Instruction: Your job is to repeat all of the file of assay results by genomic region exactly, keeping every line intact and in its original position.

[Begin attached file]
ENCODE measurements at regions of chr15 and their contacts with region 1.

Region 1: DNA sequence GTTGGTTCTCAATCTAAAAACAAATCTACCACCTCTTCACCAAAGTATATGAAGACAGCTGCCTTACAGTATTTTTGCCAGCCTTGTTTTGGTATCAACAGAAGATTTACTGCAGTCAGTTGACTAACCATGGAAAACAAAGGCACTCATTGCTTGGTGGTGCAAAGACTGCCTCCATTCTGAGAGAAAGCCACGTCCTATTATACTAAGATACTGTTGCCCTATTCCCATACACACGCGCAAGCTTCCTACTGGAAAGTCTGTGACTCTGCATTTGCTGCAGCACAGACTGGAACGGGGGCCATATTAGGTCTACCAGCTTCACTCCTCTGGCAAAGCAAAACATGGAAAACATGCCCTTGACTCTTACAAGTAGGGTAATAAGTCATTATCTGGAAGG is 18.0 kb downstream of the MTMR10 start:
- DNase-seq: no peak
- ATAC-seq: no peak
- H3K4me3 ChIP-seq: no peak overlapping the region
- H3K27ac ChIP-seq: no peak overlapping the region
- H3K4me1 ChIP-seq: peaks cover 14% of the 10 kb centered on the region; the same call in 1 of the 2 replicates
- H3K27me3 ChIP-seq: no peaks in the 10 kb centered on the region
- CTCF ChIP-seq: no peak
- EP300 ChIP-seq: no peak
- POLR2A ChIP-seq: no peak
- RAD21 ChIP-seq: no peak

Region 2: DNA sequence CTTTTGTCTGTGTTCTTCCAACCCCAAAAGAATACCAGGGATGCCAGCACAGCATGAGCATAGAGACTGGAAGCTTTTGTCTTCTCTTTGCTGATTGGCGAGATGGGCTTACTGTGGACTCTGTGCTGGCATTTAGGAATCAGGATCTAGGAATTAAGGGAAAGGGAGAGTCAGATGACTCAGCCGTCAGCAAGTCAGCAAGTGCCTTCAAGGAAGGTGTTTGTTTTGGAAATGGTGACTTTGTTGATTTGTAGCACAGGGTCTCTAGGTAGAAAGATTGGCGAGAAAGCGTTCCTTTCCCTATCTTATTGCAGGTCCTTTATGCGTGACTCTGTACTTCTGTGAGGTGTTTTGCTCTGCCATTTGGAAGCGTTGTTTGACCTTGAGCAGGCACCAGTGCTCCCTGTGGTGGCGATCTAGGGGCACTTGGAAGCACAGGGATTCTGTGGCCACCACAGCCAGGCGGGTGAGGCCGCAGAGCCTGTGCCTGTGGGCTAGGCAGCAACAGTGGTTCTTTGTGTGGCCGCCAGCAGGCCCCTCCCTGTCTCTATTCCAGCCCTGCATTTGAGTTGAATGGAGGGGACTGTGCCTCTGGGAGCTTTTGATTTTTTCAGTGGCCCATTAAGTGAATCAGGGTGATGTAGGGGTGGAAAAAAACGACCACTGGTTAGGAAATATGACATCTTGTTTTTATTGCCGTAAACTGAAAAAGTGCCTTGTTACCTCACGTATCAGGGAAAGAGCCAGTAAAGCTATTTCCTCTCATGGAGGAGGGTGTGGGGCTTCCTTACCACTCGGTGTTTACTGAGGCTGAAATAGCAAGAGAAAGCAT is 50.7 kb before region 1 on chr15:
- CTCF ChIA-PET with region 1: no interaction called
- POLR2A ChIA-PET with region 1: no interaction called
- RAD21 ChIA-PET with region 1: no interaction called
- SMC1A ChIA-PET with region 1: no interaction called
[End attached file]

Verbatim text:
ENCODE measurements at regions of chr15 and their contacts with region 1.

Region 1: DNA sequence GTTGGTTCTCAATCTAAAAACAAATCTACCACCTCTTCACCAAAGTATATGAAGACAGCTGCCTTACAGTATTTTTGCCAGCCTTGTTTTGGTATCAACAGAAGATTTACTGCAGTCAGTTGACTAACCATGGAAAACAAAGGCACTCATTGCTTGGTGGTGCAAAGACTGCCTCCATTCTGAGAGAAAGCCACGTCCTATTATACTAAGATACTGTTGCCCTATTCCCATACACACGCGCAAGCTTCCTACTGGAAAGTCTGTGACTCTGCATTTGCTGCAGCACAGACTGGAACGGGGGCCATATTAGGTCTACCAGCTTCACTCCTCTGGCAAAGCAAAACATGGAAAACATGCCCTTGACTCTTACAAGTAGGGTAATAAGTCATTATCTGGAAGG is 18.0 kb downstream of the MTMR10 start:
- DNase-seq: no peak
- ATAC-seq: no peak
- H3K4me3 ChIP-seq: no peak overlapping the region
- H3K27ac ChIP-seq: no peak overlapping the region
- H3K4me1 ChIP-seq: peaks cover 14% of the 10 kb centered on the region; the same call in 1 of the 2 replicates
- H3K27me3 ChIP-seq: no peaks in the 10 kb centered on the region
- CTCF ChIP-seq: no peak
- EP300 ChIP-seq: no peak
- POLR2A ChIP-seq: no peak
- RAD21 ChIP-seq: no peak

Region 2: DNA sequence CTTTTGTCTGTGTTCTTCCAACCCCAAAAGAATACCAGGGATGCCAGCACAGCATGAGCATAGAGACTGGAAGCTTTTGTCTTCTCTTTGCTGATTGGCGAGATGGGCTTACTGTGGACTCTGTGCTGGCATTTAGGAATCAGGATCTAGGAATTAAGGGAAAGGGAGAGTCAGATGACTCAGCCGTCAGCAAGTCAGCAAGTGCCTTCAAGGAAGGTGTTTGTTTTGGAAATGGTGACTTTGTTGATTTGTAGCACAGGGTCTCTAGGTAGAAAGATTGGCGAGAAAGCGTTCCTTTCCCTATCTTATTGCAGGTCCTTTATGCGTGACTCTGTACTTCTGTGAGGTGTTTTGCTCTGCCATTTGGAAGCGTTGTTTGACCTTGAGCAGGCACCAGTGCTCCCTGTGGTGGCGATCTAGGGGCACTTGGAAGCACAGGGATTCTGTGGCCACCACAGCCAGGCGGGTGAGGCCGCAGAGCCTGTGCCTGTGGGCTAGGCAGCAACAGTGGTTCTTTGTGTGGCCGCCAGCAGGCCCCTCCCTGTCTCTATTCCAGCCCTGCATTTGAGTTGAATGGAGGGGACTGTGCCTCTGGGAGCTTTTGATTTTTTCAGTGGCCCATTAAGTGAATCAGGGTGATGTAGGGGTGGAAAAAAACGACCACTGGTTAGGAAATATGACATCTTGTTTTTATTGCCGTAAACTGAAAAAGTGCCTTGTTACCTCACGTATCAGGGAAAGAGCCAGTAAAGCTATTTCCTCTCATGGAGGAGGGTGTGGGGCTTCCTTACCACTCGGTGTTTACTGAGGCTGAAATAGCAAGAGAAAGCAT is 50.7 kb before region 1 on chr15:
- CTCF ChIA-PET with region 1: no interaction called
- POLR2A ChIA-PET with region 1: no interaction called
- RAD21 ChIA-PET with region 1: no interaction called
- SMC1A ChIA-PET with region 1: no interaction called